Van Ens: The post office once packed a political punch (column) | VailDaily.com

Van Ens: The post office once packed a political punch (column)

Jack Van Ens

Jack Van Ens

Stamp collectors remember how the post office engaged in fierce partisan politics over slavery in the 1830s and '40s. Such politicking about mailing unsolicited antislavery literature to Southern leaders may surprise non-stamp collectors. They regard this hobby as laid-back and dignified rather than a springboard for political wrangling.

Historically-challenged citizens are jarred to learn that in the 1830s the post office flung itself into our nation's most violent political controversy — slavery.

Prior to the Civil War, the U.S. Postmaster General occupied a presidential cabinet seat. He served in one of the federal government's most powerful posts. The post office wielded enormous political clout because it employed more workers than other government branches. The Postmaster General dispensed plumb patronage jobs.

Northern abolitionist societies stirred Southern passions by mailing tabloids and broadsides denouncing slavery across the Mason-Dixon Line. Southerners countered, landing political punches against adversaries. They packed a wallop by offering a $200,000 bounty, a huge sum in the 1830s, on Arthur Tappan, a Northern business tycoon who financed abolitionist attacks in print.

“The president ordered southern postmasters to destroy abolitionist literature that caused political friction. Postmaster General Amos Kendall delivered on this order, even though federal postal law had no exceptions to guaranteeing the mail’s security.”

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Panic and violence erupted in Charleston, South Carolina, during 1835 after abolitionist circulars arrived by ship into port.

The North's Anti-Slavery Society aimed to convert slaveholders by the power of the written word. Dubbed the "Great Postal Campaign," this controversial effort is considered the first direct-mail outreach.

Hearing of the abolitionist literature's arrival, Southern vigilantes broke into the post office and seized the offending anti-slavery tracts. They used force against the spread of abolitionist literature, what Postmaster Amos Kendall blasted as part of "a wicked plan of exciting the negroes to insurrection and to massacre."

Southern agents infiltrated the North. They harassed abolitionist lecturers, destroyed their presses and disrupted anti-slavery caucuses.

Mailing abolitionist literature to the South caused a nasty political backlash.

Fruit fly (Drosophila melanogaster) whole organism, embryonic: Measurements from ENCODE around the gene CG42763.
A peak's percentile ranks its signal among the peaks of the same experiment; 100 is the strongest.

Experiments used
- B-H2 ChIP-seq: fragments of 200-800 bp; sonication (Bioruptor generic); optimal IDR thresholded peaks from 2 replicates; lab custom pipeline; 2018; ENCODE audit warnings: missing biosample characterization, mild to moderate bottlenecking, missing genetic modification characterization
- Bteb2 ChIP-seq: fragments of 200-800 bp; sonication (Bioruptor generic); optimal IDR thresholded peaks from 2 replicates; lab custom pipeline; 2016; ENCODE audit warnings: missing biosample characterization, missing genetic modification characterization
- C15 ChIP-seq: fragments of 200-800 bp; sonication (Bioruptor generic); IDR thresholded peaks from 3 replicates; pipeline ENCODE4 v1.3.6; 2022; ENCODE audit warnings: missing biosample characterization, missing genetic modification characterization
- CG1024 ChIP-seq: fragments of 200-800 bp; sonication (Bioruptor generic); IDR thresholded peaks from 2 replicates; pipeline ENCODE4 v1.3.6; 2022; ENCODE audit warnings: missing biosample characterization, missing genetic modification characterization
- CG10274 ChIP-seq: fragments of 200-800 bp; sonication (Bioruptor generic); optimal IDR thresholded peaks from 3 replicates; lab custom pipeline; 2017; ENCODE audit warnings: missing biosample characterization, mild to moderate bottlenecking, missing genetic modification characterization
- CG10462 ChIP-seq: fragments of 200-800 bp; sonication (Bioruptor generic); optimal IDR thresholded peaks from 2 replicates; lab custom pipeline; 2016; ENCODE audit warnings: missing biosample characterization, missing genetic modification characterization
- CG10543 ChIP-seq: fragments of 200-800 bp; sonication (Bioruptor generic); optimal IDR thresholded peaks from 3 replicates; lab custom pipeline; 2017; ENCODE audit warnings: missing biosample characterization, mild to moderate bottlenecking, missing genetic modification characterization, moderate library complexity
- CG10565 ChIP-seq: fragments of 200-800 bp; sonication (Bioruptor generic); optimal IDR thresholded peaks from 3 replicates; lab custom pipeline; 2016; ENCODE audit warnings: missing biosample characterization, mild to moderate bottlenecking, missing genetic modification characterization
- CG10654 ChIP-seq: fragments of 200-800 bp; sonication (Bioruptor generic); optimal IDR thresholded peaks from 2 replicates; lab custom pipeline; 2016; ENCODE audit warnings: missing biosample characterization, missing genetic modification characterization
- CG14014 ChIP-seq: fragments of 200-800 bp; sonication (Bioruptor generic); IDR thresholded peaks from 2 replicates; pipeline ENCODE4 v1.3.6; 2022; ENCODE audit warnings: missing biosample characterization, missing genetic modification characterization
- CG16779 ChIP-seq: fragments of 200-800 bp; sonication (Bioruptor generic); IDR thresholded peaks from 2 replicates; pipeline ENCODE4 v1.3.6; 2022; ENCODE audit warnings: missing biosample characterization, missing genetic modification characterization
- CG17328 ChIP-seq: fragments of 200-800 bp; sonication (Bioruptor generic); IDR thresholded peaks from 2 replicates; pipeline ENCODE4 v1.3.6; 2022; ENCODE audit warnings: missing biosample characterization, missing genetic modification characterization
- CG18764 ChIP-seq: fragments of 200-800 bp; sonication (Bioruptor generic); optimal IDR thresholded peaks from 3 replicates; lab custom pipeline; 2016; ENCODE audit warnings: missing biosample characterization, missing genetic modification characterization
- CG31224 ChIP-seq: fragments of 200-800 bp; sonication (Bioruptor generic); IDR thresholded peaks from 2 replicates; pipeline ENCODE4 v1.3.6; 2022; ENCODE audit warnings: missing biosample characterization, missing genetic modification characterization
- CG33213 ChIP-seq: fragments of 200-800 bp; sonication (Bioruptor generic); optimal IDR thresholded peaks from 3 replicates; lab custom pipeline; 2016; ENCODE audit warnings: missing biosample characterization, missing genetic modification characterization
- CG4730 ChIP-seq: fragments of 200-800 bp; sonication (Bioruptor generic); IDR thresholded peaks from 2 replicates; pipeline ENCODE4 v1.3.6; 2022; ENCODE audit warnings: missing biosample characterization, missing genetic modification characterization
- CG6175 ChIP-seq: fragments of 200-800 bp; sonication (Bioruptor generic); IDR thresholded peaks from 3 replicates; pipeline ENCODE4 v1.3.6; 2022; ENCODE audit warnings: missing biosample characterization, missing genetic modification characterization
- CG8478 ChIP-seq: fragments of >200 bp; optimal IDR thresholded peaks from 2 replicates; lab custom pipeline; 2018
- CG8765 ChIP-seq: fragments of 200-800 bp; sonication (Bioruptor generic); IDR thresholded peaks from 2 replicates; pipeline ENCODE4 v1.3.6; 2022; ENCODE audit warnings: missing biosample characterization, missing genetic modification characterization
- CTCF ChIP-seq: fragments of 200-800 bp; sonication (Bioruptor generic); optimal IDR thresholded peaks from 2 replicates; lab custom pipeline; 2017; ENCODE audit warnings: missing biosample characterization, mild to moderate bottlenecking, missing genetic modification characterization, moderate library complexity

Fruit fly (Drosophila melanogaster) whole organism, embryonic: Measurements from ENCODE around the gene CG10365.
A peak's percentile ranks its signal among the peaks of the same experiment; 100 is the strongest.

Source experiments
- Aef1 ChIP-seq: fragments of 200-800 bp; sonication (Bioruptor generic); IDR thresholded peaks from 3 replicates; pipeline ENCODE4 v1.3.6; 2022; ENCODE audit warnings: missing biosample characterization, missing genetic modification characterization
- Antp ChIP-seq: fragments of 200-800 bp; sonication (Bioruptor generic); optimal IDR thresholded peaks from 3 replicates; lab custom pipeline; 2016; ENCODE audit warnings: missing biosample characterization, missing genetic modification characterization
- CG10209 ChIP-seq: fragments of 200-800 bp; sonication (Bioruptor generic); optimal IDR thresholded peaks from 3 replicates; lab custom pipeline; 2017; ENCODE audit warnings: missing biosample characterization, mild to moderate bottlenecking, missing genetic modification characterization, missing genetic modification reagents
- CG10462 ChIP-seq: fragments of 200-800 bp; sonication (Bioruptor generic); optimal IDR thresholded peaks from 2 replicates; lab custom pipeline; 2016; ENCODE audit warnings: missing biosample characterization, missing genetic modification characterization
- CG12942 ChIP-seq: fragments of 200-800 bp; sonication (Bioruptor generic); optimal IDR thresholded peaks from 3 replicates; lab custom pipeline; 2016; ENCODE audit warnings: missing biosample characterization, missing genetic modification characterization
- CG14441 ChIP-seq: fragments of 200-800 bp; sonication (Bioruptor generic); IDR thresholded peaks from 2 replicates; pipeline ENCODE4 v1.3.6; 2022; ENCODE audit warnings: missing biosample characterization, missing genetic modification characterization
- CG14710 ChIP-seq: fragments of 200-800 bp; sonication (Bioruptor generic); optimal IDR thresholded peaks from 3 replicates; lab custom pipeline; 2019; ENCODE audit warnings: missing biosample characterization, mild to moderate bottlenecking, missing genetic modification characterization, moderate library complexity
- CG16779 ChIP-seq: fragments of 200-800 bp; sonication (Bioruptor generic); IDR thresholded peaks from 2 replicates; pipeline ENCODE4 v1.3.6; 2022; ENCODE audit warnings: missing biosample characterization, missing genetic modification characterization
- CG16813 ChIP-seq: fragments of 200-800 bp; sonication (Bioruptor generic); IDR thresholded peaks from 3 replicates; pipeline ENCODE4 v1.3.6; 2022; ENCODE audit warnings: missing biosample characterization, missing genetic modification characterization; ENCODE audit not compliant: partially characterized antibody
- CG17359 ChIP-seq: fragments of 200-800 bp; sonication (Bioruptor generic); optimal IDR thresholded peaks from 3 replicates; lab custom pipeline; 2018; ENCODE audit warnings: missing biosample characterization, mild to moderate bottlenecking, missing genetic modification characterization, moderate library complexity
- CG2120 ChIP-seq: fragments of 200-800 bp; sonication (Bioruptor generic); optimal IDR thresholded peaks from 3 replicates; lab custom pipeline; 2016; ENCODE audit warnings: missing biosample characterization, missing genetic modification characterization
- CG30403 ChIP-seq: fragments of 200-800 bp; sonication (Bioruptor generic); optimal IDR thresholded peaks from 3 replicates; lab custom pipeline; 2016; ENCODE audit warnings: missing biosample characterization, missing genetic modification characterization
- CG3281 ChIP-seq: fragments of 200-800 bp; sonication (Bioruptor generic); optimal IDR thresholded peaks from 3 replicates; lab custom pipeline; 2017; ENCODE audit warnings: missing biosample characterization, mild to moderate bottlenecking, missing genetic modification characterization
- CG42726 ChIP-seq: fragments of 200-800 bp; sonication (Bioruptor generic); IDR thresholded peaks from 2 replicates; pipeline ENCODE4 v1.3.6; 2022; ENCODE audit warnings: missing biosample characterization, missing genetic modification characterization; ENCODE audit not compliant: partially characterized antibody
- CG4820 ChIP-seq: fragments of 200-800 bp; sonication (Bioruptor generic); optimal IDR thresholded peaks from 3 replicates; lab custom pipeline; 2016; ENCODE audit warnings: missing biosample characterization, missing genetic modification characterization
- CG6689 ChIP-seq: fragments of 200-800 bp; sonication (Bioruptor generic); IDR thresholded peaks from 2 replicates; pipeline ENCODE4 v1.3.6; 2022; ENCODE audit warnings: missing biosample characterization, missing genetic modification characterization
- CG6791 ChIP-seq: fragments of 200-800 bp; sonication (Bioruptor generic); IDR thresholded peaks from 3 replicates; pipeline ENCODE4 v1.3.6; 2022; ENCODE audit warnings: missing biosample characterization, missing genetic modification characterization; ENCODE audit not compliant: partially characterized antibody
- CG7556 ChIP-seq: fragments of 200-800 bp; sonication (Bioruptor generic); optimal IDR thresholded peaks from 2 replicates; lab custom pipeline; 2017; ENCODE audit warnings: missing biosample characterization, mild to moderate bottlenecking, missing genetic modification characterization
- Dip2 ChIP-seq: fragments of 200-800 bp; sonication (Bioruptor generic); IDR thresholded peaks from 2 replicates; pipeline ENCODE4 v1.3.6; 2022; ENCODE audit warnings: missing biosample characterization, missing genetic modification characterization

Southerners hated these mailings. Anti-slavery literature undermined the plantation economy and challenged Dixie's biblical interpretations. Before the Civil War, Southerners prided themselves as God-fearing folk who took the Bible literally. Scripture accepts slave culture as a given. The Bible does not contain a single verse that specifically condemns slavery. Only after considering over-arching biblical themes about human dignity is the case for slavery weakened.

Moreover, the South needed cheap workers to harvest labor-intensive crops, such as tobacco and cotton. Dixie's economic system would collapse without slaves working in fields. Exporting cotton remained the largest U.S. cash crop until the early 20th century.

President Andrew Jackson (1829-1837) curtailed emancipation-themed mail to the South. "Jackson, who owned one hundred slaves, denounced the abolitionist mass mailings in his seventh Annual Message to Congress in December 1835," writes historian Joseph Wheelan.

"He (Jackson) urged Congress to pass a censorship law permitting post offices to stop delivery of the literature. The mailing campaign, he said, was clearly calculated to provoke insurrection among slaves" (Mr. Adams' Last Crusade: John Quincy Adams' Extraordinary Post-Presidential Life in Congress, Public Affairs: New York, p. 96).

The president ordered southern postmasters to destroy abolitionist literature that caused political friction. Postmaster General Amos Kendall delivered on this order, even though federal postal law had no exceptions to guaranteeing the mail's security.

The next time a stamp collector mounts stamps on album pages or sends a letter, remember the literary dynamite that exploded in the 1830s through the mail. Then the post office caused national debate, riots, destruction of property, religious squabbles and a presidential gag rule protecting slavery.

These mailed political attacks packed punch, in contrast to those who today regard stamp collecting as a quiet, uncontroversial hobby.

The Rev. Dr. Jack R. Van Ens is a Presbyterian minister who heads the nonprofit, tax-exempt Creative Growth Ministries (http://www.thelivinghistory.com), which enhances Christian worship through dynamic storytelling and dramatic presentations aimed to make God's history come alive.